Most of what had been planned to commemorate the 75th anniversary of VE Day have had to be cancelled because of the coronavirus pandemic, but there will still be plenty of celebrations in a unique way. The sheer joy and exuberance depicted in many photos and films of the events that took place 75 years ago says a great deal about the sense of relief that the war was over. For nearly six years the country had lived in fear of Nazi triumph, of occupation, of starvation, of violent death or injury, the loss of a loved one, home or income – the list could go on. And now it was all over, no wonder they celebrated.
My mother was 19 year old in 1945, living throughout the war under the flight path of bombers and doodlebugs en route to London. Amongst other close calls, she’d had to evade machine gun strafing from German fighters on the way home from school. Surely she remembered the party for VE Day? No she doesn’t recall any street party but feeling happy for others, because for her it was not over. The personal threat had gone but her brother was in Burma, her erstwhile boyfriend was a prisoner of war, and the curate (later husband) was chaplain of an aircraft carrier in the far east. The war against Japan had a few months to run, barbarism and death continued.
Effectively for her, and many others, VE Day marked the beginning of the end not the end. It was some time before all the troops and prisoners of war came home. Rationing was to go on for another nine years. The physical bomb damage still visible some 20 years later. Yes, VE Day marked the beginning of the end. It was worth marking and letting one’s hair down for a brief moment in the midst of great austerity. It is worthy of commemoration some 75 years later.
There are some striking similarities to our current situation. We expect in a few days time to know something of the way ahead as the pandemic passes its peak and we can look forward to what we fondly think of as a return to normality. But just as 75 years ago, it will be a new normality and a gradual shift towards full freedom. It too will be the beginning of the end with a long way to go. The journey of recovery took time, and will take time, and I suggest that the prayers below are good companions on that journey.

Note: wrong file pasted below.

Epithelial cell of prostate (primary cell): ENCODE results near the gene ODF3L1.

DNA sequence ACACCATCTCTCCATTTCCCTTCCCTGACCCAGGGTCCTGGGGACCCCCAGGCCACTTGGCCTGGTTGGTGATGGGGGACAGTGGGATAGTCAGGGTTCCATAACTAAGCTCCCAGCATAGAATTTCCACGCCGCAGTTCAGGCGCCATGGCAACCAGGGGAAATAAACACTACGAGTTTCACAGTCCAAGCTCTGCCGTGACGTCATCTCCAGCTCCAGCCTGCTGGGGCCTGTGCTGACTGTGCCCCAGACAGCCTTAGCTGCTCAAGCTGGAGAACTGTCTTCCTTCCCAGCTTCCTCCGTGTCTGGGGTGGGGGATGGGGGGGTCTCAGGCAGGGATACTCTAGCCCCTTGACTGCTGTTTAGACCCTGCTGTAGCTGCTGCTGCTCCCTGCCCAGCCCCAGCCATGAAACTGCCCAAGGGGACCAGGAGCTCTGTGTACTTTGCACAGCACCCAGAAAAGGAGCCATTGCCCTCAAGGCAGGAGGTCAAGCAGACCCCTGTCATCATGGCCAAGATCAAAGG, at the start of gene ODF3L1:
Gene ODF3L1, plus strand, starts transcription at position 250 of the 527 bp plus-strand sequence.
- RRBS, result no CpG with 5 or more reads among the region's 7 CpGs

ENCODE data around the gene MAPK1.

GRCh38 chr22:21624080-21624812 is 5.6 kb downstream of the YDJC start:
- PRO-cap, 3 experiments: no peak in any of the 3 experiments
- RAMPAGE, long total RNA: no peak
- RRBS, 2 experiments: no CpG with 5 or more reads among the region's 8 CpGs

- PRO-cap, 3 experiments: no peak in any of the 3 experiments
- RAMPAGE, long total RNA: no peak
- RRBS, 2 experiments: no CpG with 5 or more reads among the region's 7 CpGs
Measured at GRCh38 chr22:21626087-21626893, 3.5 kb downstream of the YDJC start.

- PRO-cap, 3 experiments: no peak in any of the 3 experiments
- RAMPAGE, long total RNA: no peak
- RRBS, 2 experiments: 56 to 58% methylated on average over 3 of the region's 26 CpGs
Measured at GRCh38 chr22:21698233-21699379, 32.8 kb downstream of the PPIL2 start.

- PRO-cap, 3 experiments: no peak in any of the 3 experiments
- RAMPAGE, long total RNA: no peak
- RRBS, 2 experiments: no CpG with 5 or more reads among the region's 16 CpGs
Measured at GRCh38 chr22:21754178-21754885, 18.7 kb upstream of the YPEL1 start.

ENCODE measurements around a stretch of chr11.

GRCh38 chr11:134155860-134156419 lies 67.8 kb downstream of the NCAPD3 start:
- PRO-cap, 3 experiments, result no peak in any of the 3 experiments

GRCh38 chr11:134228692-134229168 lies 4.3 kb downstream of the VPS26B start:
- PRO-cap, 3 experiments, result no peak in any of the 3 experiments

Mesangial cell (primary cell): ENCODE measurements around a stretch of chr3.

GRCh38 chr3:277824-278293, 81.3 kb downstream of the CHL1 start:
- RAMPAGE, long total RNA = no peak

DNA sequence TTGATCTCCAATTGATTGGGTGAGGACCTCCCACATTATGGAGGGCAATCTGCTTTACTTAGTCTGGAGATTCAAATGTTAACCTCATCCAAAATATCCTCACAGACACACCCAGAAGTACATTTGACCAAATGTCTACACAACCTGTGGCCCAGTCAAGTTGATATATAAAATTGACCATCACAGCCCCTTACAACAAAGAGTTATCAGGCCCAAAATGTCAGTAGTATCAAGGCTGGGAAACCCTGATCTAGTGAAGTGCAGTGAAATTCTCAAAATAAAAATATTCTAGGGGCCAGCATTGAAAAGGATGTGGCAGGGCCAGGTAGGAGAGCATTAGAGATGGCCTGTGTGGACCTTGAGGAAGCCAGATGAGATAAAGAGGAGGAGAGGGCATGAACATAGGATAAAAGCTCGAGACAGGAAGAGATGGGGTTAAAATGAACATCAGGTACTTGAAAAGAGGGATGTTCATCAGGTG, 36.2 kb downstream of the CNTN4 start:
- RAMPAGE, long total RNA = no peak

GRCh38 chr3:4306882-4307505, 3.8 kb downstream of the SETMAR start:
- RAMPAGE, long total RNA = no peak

– Chris Luckraft
O Lord our God,
as we remember, teach us the ways of peace. As we treasure memories, teach us to hope. As we give thanks for the sacrifices of the past, help us to make your future in this world, until your kingdom come.
from whom all thoughts of truth and peace proceed: kindle in the hearts of all people the true love of peace; and guide with your pure and peaceable wisdom those who take counsel for the nations of the earth; that in tranquillity your kingdom may go forward, till the earth is filled with the knowledge of thy love; through Jesus Christ our Lord.
Let us pledge ourselves anew to the service of God and our fellow men and women: that we may help, encourage and comfort others, and support those working for the relief of the needy and for the peace and welfare of the nations.
All Lord God our Father,
we pledge ourselves to serve you and all humankind, in the cause of peace, for the relief of want and suffering, and for the praise of your name.
Guide us by your Spirit;
give us wisdom;
give us courage;
give us hope;
and keep us faithful now and always.